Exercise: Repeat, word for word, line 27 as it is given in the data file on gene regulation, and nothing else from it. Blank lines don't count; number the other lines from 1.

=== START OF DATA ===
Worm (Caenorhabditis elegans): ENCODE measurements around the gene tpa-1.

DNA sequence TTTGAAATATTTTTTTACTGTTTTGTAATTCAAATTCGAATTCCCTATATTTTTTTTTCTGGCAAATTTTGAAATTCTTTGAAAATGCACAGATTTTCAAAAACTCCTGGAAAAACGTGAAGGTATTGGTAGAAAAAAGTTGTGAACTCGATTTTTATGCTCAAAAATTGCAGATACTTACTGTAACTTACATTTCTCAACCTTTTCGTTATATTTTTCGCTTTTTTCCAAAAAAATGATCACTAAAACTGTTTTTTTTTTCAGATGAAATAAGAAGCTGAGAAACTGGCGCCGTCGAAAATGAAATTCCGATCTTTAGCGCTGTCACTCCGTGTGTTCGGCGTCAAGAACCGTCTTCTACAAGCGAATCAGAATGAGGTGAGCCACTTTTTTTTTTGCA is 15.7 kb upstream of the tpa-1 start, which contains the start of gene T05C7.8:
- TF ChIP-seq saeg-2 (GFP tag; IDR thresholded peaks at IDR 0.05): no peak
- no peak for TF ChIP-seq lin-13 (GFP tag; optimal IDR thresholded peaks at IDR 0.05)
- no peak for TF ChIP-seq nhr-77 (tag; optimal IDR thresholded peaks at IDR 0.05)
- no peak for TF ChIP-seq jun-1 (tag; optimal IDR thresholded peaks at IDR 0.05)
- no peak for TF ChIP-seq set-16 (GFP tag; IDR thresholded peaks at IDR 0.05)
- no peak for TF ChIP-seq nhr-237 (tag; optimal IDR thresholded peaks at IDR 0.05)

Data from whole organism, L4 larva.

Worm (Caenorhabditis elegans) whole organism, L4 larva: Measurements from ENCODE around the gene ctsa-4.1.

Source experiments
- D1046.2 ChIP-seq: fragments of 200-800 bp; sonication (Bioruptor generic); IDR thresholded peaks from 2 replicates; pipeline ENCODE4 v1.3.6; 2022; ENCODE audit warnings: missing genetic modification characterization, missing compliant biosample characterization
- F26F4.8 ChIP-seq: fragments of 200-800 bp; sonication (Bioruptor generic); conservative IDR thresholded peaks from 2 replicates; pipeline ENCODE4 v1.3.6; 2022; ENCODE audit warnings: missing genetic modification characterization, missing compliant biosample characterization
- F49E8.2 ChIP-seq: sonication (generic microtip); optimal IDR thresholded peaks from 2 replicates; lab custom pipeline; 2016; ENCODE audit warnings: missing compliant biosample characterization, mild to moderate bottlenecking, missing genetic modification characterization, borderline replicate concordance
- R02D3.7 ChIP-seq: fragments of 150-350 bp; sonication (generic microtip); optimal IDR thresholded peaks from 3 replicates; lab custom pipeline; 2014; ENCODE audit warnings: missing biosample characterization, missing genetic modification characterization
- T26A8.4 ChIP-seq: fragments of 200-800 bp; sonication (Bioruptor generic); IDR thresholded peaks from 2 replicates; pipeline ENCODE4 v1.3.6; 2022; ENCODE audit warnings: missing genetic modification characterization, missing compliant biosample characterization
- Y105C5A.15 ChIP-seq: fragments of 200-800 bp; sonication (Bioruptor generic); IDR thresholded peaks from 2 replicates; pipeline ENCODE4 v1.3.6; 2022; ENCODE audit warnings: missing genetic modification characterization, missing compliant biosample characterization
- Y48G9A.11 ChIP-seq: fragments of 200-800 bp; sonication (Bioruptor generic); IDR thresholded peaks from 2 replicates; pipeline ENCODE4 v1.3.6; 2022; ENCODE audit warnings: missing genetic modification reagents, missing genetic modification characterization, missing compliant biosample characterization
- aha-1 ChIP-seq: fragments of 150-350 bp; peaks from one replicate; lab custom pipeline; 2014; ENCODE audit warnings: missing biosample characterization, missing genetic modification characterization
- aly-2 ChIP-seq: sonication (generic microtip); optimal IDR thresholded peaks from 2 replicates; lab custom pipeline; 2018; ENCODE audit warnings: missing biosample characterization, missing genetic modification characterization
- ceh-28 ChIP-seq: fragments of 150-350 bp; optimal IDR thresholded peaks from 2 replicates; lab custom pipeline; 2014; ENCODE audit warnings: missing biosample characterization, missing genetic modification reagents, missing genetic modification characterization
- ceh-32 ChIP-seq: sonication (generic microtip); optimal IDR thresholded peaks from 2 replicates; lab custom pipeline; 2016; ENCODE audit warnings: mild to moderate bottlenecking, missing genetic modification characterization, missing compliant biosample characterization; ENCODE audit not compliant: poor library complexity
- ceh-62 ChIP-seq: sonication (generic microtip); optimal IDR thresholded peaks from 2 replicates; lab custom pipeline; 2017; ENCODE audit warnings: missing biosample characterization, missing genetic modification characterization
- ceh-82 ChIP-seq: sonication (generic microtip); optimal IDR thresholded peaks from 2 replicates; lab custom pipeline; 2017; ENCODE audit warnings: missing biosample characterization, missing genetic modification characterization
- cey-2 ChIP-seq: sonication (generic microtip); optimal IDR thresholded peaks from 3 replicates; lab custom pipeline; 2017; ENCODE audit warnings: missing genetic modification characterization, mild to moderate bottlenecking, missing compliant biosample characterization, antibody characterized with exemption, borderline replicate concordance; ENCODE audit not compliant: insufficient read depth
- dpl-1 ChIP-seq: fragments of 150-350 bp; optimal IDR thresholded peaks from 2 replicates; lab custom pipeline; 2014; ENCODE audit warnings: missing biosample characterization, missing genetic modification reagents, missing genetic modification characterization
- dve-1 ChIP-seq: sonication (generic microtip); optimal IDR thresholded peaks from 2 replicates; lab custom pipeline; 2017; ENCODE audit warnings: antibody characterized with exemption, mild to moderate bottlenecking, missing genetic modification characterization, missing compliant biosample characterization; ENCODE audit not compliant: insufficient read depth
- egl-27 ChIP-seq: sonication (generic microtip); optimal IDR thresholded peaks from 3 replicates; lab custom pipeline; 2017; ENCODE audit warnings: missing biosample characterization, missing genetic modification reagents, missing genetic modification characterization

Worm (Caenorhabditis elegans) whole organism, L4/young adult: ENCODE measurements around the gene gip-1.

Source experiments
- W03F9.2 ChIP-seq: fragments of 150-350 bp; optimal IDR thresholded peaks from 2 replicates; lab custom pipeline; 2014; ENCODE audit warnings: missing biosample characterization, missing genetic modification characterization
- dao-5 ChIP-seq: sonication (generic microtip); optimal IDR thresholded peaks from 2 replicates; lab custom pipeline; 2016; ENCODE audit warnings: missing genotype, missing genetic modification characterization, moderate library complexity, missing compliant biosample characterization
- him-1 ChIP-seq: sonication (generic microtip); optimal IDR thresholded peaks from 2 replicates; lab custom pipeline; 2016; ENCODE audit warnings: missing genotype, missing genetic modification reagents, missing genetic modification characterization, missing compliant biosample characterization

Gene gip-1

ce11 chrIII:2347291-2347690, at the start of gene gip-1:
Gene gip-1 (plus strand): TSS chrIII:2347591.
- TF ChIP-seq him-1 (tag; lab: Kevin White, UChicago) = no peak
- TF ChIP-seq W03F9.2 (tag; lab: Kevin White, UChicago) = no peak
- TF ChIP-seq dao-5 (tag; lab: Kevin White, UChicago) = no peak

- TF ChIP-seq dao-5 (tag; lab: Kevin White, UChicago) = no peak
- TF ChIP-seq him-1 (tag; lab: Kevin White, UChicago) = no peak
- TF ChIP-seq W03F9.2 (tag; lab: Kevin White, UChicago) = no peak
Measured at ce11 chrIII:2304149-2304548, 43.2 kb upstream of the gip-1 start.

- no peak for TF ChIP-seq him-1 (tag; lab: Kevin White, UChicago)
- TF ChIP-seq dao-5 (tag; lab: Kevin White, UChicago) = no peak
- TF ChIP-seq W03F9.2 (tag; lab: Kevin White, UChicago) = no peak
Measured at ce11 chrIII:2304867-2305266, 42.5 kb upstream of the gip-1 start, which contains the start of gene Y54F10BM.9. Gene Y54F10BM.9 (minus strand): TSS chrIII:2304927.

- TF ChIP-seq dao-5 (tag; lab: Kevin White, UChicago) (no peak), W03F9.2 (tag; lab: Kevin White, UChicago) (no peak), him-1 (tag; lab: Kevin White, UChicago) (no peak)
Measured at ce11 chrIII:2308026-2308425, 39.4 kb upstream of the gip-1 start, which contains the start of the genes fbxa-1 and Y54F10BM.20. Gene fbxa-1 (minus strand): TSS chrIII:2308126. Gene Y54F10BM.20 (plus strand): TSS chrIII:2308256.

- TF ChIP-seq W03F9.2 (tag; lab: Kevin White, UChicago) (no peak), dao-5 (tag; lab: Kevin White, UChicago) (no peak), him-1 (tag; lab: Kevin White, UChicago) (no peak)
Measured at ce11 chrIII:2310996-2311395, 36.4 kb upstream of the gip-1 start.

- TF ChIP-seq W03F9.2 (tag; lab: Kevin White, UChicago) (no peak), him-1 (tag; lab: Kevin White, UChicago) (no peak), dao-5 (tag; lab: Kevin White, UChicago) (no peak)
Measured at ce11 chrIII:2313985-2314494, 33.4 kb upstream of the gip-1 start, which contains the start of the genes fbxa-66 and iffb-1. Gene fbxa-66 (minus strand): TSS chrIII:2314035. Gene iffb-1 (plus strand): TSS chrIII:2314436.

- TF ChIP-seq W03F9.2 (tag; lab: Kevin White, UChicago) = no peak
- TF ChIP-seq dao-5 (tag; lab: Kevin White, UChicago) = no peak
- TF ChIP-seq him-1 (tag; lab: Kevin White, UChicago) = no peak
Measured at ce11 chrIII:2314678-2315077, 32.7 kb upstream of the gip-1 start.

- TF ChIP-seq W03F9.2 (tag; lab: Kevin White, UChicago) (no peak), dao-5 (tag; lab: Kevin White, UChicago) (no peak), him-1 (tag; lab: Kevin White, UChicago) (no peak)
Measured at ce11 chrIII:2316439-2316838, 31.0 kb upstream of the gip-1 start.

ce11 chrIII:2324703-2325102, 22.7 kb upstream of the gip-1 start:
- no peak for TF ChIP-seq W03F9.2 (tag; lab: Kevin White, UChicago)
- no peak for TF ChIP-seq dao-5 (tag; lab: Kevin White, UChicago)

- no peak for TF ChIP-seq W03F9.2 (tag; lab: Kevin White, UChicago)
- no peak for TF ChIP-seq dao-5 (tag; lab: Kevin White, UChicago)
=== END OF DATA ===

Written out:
- dve-1 ChIP-seq: sonication (generic microtip); optimal IDR thresholded peaks from 2 replicates; lab custom pipeline; 2017; ENCODE audit warnings: antibody characterized with exemption, mild to moderate bottlenecking, missing genetic modification characterization, missing compliant biosample characterization; ENCODE audit not compliant: insufficient read depth